Republican Senators Battle Budget Cuts Targeting Military Retirees

WASHINGTON, DC - SEPTEMBER 26: U.S. Sen. James Inhofe (R-OK) (L) listens to an aide during a hearing before the Senate (Select) Intelligence Committee September 26,2 103 on Capitol Hill in Washington, DC. The hearing was focused on the FISA (Foreign Intelligence Surveillance Act) Legislation.
National Journal
Jordain Carney
Dec. 15, 2013, 7:11 a.m.

A hand­ful of Sen­ate Re­pub­lic­ans are balk­ing at a pro­vi­sion in the budget deal that would cut be­ne­fits to mil­it­ary re­tir­ees.

The deal would de­crease the an­nu­al cost-of-liv­ing ad­just­ment for work­ing-age mil­it­ary re­tir­ees by 1 per­cent, cut­ting ap­prox­im­ately $6 bil­lion in spend­ing over 10 years.

The deal finds sav­ings by “tar­get­ing mil­it­ary re­tir­ees,” said Sen. James  In­hofe, the top Re­pub­lic­an on the Sen­ate Armed Ser­vices Com­mit­tee. The Ok­lahoma sen­at­or is cur­rently un­de­cided.

And Sens. Ro­ger Wick­er, R-Miss., Kelly Ayotte, R-N.H., and Lind­sey Gra­ham, R-S.C., cited the cuts as a de­cid­ing factor in their de­cision to vote against the bill.

The three sent a let­ter to Sen­ate mem­bers Fri­day, call­ing for them to find al­tern­at­ive cuts to those pro­posed in the cur­rent agree­ment.

But the cuts ap­pear likely to re­main in the fi­nal deal, be­cause try­ing to change the terms of the deal now would likely stall it, giv­en that the House has re­cessed for the year.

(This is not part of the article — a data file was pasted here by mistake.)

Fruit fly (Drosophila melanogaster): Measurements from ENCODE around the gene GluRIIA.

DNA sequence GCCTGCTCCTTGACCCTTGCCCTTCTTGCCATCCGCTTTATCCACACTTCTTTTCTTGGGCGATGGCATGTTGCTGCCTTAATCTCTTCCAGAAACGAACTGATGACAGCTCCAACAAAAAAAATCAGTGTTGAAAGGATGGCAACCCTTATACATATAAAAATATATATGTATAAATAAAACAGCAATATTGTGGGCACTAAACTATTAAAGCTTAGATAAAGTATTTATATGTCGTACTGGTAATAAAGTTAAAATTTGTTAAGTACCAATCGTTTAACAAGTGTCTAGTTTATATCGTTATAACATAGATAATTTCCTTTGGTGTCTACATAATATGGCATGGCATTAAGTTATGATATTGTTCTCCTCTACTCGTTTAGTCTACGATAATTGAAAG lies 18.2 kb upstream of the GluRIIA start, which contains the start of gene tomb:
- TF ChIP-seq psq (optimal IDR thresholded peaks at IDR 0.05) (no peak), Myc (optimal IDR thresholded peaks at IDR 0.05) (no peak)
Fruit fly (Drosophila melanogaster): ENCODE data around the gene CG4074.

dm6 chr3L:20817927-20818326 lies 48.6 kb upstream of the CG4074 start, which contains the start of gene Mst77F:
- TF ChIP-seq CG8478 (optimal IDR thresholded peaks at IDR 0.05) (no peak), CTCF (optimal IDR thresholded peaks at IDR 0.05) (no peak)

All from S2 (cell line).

Out­side groups have also hit back hard against the pro­vi­sion. The Mil­it­ary Co­ali­tion, in a let­ter to House mem­bers, said that if the de­crease in COLA is car­ried out it “will have a dev­ast­at­ing fin­an­cial im­pact for those who re­tire at the 20-year point by re­du­cing re­tired pay by nearly 20 per­cent at age 62.”

And Mike Bar­ron, with the Mil­it­ary Of­ficers As­so­ci­ation of Amer­ica, said that by sug­gest­ing the cuts, mem­bers of Con­gress are hurt­ing a “key re­ten­tion tool” need to help re­tain “a top-qual­ity ca­reer force.”

Bar­ron also said the de­cision un­der­cuts the Mil­it­ary Com­pens­a­tion and Re­tire­ment Mod­ern­iz­a­tion Com­mit­tee, which is ex­pec­ted to look at ways to re­form mil­it­ary pay. Their re­port isn’t due un­til May 2014.

Their ob­jec­tions pit them against lead­ers in the De­fense De­part­ment who have backed the budget deal. De­fense Sec­ret­ary Chuck Hagel, while ac­know­ledging that even with the budget agree­ment the de­part­ment still faces huge fisc­al chal­lenges, said that “it will help ad­dress our mil­it­ary read­i­ness chal­lenge by restor­ing fund­ing for train­ing and pro­cure­ment, es­pe­cially in the cur­rent fisc­al year.”

Even with the cur­rent cuts, Hagel noted that mil­it­ary lead­ers will have to find a bal­ance between the size of the mil­it­ary and its read­i­ness and cap­ab­il­it­ies.

The cur­rent battle could be all for naught, though. Sen­ate Armed Ser­vices Com­mit­tee Chair­man Carl Lev­in, D-Mich., said that com­mit­tee mem­bers will “re­view this change after we con­vene next year.” The cuts aren’t ex­pec­ted to take ef­fect un­til Decem­ber 2015.

He also sug­ges­ted that Mil­it­ary Com­pens­a­tion and Re­tire­ment Mod­ern­iz­a­tion Com­mit­tee could im­pact the is­sue fur­ther.

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